Biosystems - Biotechnology - Disease Prevention - Environment - Life Science

Cold Plasma To Clean Up Our Water

A team of Canadian researchers has shown that direct contact between an AP “cold” oxidizing plasma source and water that contains very high concentrations of cyanobacteria and green algae, along with associated BMAA toxin, could be quite rapidly (in minutes) decontaminated with modest energy input.

Image Credit: iLexx/iStockphoto

Since 1906 the water of Nice, France, has been sterilized by ozone, O3, a powerful oxidant that is generated in large quantities by dielectric barrier discharge (DBD “cold” plasma) systems operating at atmospheric pressure (AP). Climate change, human activities, and eutrophication of water bodies have degraded the quality of freshwater sources worldwide. Increased simultaneous presence of nuisance algal and cyanobacterial blooms, pesticides, and fecal contaminants in water supply systems constitute a substantial part of our new environmental challenges and shows the need for ways to ‘clean up’.

Current operational oxidation processes apply only to a limited number of reactive species simultaneously, thereby restricting the ability to degrade combinations of harmful cells and toxins. For example, water that is contaminated by cyanobacterial cells, saxitoxins, microcystins, and pesticides would require both chlorination and ozonation.

Ozonation would oxidize microcystins and pesticides, but with little or no effects on saxitoxins. b‐N‐methylamino‐L‐alanine (BMAA) oxidation has been studied only in the past year under limited experimental conditions. For all these reasons, it is becoming increasingly urgent and important to develop new AP plasma‐based technologies that can help resolve these problems effectively and economically.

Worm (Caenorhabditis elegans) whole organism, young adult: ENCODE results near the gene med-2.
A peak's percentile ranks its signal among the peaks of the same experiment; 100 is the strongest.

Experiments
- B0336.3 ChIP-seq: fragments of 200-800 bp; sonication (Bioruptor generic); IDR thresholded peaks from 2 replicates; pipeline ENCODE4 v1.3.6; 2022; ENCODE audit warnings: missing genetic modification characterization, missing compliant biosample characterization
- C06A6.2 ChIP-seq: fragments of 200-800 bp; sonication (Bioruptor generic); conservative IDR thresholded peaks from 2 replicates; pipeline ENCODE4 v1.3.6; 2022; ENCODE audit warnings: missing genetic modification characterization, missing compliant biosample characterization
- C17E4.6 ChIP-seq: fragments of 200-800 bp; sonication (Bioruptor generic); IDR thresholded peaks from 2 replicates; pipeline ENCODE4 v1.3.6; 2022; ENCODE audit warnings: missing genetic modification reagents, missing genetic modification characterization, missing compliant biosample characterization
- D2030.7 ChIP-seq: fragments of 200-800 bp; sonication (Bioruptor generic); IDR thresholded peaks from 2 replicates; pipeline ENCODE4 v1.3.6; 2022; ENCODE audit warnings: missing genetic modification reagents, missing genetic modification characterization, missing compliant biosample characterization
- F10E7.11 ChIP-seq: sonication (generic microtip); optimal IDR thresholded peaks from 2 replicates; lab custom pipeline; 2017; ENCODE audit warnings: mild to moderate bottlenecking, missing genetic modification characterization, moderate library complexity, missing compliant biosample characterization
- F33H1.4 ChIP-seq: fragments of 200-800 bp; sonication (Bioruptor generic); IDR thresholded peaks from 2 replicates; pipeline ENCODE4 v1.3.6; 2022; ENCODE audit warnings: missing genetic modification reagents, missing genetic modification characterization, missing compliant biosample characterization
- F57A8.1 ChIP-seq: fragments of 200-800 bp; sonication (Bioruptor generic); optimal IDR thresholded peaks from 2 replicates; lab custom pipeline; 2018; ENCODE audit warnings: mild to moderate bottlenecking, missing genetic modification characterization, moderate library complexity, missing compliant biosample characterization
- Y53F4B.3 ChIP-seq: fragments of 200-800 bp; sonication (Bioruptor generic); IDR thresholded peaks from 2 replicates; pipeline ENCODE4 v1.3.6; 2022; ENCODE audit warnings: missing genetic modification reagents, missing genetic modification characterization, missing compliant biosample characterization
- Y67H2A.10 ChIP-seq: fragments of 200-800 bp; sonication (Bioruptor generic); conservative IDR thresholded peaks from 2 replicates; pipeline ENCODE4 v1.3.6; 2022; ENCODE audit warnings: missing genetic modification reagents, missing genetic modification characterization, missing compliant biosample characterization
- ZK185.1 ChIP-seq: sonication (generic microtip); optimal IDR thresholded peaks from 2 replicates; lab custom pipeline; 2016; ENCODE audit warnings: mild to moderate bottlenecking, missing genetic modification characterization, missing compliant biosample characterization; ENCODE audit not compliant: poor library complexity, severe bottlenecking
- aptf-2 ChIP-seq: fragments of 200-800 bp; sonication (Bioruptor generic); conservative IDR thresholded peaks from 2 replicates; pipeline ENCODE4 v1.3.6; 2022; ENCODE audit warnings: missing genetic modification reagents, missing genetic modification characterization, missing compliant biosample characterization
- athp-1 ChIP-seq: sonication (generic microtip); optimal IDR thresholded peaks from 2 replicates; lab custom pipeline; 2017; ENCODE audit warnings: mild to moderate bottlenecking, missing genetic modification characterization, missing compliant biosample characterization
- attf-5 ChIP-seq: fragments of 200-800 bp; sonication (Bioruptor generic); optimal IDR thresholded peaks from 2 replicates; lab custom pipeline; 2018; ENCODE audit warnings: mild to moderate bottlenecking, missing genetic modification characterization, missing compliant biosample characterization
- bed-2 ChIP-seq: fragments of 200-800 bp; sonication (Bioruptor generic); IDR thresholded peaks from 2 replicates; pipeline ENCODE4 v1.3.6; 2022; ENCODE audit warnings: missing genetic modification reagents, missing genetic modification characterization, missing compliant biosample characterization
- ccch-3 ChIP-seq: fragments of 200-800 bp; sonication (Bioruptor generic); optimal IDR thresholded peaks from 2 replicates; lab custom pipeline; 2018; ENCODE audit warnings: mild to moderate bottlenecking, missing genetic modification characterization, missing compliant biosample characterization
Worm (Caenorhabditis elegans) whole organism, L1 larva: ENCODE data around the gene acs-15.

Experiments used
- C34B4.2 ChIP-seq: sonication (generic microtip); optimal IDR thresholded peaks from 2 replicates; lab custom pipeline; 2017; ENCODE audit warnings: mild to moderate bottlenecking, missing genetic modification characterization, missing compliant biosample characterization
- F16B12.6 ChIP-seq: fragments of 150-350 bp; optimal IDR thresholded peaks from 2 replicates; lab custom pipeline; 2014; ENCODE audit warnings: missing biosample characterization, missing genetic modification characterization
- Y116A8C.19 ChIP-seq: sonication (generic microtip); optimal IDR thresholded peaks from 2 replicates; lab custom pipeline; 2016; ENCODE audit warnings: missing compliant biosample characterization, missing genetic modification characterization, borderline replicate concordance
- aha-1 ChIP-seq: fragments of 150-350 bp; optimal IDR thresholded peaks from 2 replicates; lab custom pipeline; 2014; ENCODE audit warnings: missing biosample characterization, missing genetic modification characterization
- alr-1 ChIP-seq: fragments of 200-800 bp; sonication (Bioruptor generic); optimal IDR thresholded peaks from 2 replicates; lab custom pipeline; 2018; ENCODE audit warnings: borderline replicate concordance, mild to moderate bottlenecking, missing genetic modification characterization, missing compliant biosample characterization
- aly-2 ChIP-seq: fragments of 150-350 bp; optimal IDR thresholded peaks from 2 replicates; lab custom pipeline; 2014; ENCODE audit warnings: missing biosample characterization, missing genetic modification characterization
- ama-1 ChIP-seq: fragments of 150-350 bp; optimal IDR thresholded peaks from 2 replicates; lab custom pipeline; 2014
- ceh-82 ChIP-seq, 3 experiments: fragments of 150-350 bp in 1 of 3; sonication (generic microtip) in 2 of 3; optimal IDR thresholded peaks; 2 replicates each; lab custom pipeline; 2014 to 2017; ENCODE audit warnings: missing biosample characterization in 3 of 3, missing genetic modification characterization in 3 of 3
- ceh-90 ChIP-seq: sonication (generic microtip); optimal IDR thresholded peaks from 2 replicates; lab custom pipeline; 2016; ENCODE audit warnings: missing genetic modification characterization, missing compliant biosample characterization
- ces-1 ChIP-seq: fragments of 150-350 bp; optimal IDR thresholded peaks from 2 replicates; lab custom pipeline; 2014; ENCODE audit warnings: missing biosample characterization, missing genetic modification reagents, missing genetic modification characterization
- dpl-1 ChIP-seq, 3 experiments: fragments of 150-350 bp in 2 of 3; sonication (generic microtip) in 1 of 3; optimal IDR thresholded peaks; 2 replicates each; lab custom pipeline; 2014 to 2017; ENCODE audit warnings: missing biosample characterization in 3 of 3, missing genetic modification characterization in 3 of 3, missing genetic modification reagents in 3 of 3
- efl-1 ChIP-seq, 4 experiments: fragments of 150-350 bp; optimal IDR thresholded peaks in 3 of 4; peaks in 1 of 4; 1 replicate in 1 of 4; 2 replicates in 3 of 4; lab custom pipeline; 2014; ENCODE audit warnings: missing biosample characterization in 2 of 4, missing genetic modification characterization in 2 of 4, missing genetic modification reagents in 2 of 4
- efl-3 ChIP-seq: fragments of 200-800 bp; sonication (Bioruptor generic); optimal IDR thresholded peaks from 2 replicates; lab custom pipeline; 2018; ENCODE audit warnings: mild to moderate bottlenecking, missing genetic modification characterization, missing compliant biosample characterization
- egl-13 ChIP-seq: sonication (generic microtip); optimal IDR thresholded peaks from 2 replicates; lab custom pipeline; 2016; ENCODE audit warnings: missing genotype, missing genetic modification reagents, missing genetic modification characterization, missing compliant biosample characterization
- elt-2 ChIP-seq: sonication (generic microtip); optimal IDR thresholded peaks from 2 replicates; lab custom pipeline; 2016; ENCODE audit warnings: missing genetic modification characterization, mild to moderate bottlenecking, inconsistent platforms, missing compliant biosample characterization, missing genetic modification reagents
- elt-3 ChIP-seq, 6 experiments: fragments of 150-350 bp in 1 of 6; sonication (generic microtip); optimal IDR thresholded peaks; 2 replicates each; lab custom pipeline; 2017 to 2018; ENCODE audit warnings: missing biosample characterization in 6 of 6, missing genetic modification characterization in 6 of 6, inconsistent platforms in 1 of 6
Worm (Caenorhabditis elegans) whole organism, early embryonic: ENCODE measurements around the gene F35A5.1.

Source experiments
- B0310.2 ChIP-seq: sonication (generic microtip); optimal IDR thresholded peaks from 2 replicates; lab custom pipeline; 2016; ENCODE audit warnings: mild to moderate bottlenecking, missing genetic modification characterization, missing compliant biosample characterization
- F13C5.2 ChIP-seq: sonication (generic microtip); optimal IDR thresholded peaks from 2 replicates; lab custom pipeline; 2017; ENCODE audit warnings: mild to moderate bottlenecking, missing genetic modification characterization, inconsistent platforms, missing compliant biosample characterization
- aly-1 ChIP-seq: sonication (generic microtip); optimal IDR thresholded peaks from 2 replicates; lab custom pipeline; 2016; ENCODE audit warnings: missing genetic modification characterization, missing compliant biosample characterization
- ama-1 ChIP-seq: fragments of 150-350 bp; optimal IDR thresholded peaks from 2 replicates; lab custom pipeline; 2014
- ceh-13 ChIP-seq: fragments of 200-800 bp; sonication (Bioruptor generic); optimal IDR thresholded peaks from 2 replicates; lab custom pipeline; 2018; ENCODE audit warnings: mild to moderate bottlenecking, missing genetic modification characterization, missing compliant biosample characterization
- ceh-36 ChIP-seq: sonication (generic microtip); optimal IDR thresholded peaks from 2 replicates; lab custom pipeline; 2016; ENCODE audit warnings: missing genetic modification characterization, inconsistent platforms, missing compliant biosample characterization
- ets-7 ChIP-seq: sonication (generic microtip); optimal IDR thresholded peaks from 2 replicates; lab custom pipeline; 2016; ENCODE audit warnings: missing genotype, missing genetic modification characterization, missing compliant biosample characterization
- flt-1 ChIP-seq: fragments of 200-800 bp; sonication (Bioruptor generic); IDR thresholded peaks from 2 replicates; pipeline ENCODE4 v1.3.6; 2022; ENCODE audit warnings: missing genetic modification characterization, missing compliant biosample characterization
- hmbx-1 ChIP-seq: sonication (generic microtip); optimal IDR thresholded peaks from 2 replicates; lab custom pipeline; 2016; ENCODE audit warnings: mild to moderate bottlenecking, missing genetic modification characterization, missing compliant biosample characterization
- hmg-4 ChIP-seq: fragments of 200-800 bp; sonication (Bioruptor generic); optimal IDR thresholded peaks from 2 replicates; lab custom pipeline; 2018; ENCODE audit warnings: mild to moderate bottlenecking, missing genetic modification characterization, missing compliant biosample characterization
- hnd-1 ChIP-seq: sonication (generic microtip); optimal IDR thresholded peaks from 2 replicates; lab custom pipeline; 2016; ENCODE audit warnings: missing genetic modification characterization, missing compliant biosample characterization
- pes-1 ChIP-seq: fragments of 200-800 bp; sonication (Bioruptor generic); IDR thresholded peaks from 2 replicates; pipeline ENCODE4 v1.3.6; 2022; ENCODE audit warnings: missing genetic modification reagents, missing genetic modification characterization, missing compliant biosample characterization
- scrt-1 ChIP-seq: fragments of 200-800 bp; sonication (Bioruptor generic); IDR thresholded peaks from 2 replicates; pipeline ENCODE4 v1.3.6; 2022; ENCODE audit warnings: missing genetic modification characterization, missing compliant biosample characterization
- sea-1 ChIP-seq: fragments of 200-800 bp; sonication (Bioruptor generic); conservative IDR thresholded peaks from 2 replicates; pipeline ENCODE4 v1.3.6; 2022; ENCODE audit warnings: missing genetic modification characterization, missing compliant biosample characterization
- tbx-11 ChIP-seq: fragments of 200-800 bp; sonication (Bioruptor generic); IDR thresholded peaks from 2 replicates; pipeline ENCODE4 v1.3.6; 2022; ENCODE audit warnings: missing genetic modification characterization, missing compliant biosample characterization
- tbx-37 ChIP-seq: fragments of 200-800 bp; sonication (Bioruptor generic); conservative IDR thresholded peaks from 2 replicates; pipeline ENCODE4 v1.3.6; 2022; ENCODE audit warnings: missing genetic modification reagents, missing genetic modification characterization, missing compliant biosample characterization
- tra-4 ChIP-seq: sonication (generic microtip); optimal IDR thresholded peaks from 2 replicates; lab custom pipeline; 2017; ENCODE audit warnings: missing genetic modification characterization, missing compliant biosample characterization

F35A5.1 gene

A team of scientists from the Polytechnique Montreal in Canada might have found the steps to a solution: they conducted experiments in which reactive oxygen species (ROS) from a 20 kHz HV discharge in Ar/O2 (90/10) gas mixture at atmospheric pressure were directly bubbled into highly concentrated aqueous suspensions of cyanobacteria Dolichospermum, green algae Scenedesmus and BMAA toxin, simulating extreme algal blooms.

With their research they were able to assess the capability of “cold” AP plasma oxidation for inactivation/lysis of cyanobacteria and algae cells in water suspension, and for oxidation and removal of BMAA cyanotoxin from water.

Their experiments have shown that direct contact between an AP “cold” oxidizing plasma source and water that contains very high concentrations of cyanobacteria and green algae, along with associated BMAA toxin, could be quite rapidly (in minutes) decontaminated with modest energy input.

The laboratory‐scale experimental apparatus used here is believed suitable for eventual scale‐up, for example using large arrays of hollow electrodes shown in Figure. We are now refining the procedures and data in such a way as to better assess the process economics for large‐scale implementation.

Longer‐duration contact of residual contaminants with PAW will certainly contribute to favor economic viability”, according to team member Arash Zamyadi.

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